There were numerous factors involved in the CQC’s decision to prosecute the Trust. A lack of staff, poor training and a bad culture of failing to address known problems all contributed. There were 20 investigations into neonatal deaths within the Trust between September 2012 and April 2017. There were other deaths which weren’t reported or investigated.

The fine

Sentencing was carried out by DJ Barron in the Folkestone Magistrates’ Court. As a summary offence the case had to be heard within the magistrates court. The fine would depend on culpability, seriousness of harm and any mitigating factors.

DJ Barron imposed a fine of £1,100,000 which was reduced by a third for an early guilty plea. He could have gone up to £2,900,000 but commented that he had to be aware that such a fine may impact on future patient care.

The future

At government instigation in February 2020, Dr Bill Kirkup has commenced an independent investigation into almost 200 births which occurred under the care of the Trust since 2009. His report is due in Autumn 2022.

Further details can be found at IIEKMS – Terms Of Reference.

A Kent Police enquiry is also underway and is considering the possibility of a criminal investigation into corporate or gross negligence manslaughter.

Comment

This is, as above, a landmark case. Although there are currently, and have been, many inquiries into maternity care all over the UK, the investigation and outcome of Harry’s death will have the greatest impact on patients and healthcare providers alike, for numerous reasons. It highlights the worrying abyss into which such cases may fall without perseverance on the part of families; Harry’s death was only eventually investigated so thoroughly by virtue of the dogged determination of his parents to find out what happened to him. It is deeply concerning that the Trust did not report Harry’s death to the coroner of its own volition.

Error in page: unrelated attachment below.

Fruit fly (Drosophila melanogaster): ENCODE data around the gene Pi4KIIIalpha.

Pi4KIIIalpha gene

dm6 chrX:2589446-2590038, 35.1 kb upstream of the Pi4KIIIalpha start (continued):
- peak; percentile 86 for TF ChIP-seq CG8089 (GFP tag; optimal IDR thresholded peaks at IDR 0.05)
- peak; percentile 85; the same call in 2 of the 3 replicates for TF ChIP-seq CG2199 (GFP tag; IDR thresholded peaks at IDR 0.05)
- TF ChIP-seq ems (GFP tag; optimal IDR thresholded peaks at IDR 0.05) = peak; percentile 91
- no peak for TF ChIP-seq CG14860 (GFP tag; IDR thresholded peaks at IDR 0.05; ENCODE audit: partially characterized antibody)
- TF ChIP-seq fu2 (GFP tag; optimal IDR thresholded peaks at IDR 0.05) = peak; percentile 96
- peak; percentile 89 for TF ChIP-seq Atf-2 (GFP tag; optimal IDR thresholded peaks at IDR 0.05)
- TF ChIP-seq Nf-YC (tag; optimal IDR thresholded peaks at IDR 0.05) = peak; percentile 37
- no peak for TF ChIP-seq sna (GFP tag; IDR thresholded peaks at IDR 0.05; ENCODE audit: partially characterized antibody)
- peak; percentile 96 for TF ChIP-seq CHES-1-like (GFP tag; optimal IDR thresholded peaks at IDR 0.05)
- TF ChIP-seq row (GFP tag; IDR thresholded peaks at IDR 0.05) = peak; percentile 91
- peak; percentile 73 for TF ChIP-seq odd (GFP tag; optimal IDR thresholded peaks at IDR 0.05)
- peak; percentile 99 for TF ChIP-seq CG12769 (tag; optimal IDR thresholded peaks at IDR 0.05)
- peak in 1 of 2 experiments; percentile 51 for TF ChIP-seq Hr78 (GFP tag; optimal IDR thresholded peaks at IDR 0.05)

The case also sends a powerful message to healthcare providers that the CQC is not afraid of prosecuting where appropriate. It will hopefully act as a positive deterrent and encourage training, retraining, review of practices, review of staffing control and many other aspects of maternity care everywhere. It will hopefully encourage candour and inspire an impetus to investigate any failings by those clinicians and staff directly involved in an incident as well as those who were not.

The scale of the fine highlights just how serious these failings were.

Of course, a balance has to be struck between punishing a Trust which has failed in its duty to a patient by virtue of systemic, operational and individual errors and depriving an already stretched resource of its finances. Such a step may, as the sentencing judge said, have the opposite effect to improving patient care. One would hope however that such cases, prosecutions and sentences will be rare and it is hoped that East Kent in particular has found the investigation, with its devastating revelations and its financial repercussions, of use in improving its maternity care.